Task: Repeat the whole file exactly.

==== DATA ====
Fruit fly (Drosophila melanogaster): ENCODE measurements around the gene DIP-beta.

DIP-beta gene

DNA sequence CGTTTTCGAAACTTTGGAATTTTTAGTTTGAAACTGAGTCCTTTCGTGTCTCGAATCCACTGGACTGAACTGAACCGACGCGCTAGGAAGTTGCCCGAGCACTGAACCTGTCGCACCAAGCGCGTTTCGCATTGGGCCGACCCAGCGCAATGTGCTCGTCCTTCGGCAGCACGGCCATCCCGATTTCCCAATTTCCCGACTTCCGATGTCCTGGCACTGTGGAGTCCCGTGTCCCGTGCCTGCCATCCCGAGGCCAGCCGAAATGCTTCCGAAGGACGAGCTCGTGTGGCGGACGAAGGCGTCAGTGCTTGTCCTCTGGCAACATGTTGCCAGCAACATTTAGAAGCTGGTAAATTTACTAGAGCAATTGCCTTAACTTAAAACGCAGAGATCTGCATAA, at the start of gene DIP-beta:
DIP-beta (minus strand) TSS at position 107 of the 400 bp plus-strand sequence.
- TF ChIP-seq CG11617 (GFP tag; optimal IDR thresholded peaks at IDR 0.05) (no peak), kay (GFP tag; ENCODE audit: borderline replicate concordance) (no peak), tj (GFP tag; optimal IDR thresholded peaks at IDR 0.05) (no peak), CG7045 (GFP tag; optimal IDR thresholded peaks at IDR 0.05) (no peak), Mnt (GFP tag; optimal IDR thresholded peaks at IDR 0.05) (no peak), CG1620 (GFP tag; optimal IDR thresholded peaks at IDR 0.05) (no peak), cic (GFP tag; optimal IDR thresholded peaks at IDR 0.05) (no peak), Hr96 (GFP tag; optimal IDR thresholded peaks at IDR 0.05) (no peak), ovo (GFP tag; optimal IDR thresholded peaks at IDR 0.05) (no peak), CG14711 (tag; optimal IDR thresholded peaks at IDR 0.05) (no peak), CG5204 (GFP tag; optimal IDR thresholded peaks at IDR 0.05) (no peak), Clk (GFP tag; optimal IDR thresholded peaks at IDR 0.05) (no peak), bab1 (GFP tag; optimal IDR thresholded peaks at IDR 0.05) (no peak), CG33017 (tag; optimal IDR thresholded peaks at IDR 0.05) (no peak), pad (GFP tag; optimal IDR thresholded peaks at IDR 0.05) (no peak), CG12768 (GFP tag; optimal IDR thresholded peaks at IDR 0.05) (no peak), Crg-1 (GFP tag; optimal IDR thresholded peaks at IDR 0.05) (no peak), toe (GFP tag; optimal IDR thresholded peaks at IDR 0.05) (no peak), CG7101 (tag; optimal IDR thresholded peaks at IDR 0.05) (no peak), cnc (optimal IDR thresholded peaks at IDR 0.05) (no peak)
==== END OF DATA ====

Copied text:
Fruit fly (Drosophila melanogaster): ENCODE measurements around the gene DIP-beta.

DIP-beta gene

DNA sequence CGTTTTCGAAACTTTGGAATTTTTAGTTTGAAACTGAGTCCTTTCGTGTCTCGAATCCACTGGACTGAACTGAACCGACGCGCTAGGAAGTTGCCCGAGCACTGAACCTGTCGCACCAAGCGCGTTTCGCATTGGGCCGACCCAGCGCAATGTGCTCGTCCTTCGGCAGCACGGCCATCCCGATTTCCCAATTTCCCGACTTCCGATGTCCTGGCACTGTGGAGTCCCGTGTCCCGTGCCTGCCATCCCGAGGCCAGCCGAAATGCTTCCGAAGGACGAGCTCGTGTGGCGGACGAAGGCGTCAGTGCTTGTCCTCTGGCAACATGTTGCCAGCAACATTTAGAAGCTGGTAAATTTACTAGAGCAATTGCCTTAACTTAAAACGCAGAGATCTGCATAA, at the start of gene DIP-beta:
DIP-beta (minus strand) TSS at position 107 of the 400 bp plus-strand sequence.
- TF ChIP-seq CG11617 (GFP tag; optimal IDR thresholded peaks at IDR 0.05) (no peak), kay (GFP tag; ENCODE audit: borderline replicate concordance) (no peak), tj (GFP tag; optimal IDR thresholded peaks at IDR 0.05) (no peak), CG7045 (GFP tag; optimal IDR thresholded peaks at IDR 0.05) (no peak), Mnt (GFP tag; optimal IDR thresholded peaks at IDR 0.05) (no peak), CG1620 (GFP tag; optimal IDR thresholded peaks at IDR 0.05) (no peak), cic (GFP tag; optimal IDR thresholded peaks at IDR 0.05) (no peak), Hr96 (GFP tag; optimal IDR thresholded peaks at IDR 0.05) (no peak), ovo (GFP tag; optimal IDR thresholded peaks at IDR 0.05) (no peak), CG14711 (tag; optimal IDR thresholded peaks at IDR 0.05) (no peak), CG5204 (GFP tag; optimal IDR thresholded peaks at IDR 0.05) (no peak), Clk (GFP tag; optimal IDR thresholded peaks at IDR 0.05) (no peak), bab1 (GFP tag; optimal IDR thresholded peaks at IDR 0.05) (no peak), CG33017 (tag; optimal IDR thresholded peaks at IDR 0.05) (no peak), pad (GFP tag; optimal IDR thresholded peaks at IDR 0.05) (no peak), CG12768 (GFP tag; optimal IDR thresholded peaks at IDR 0.05) (no peak), Crg-1 (GFP tag; optimal IDR thresholded peaks at IDR 0.05) (no peak), toe (GFP tag; optimal IDR thresholded peaks at IDR 0.05) (no peak), CG7101 (tag; optimal IDR thresholded peaks at IDR 0.05) (no peak), cnc (optimal IDR thresholded peaks at IDR 0.05) (no peak)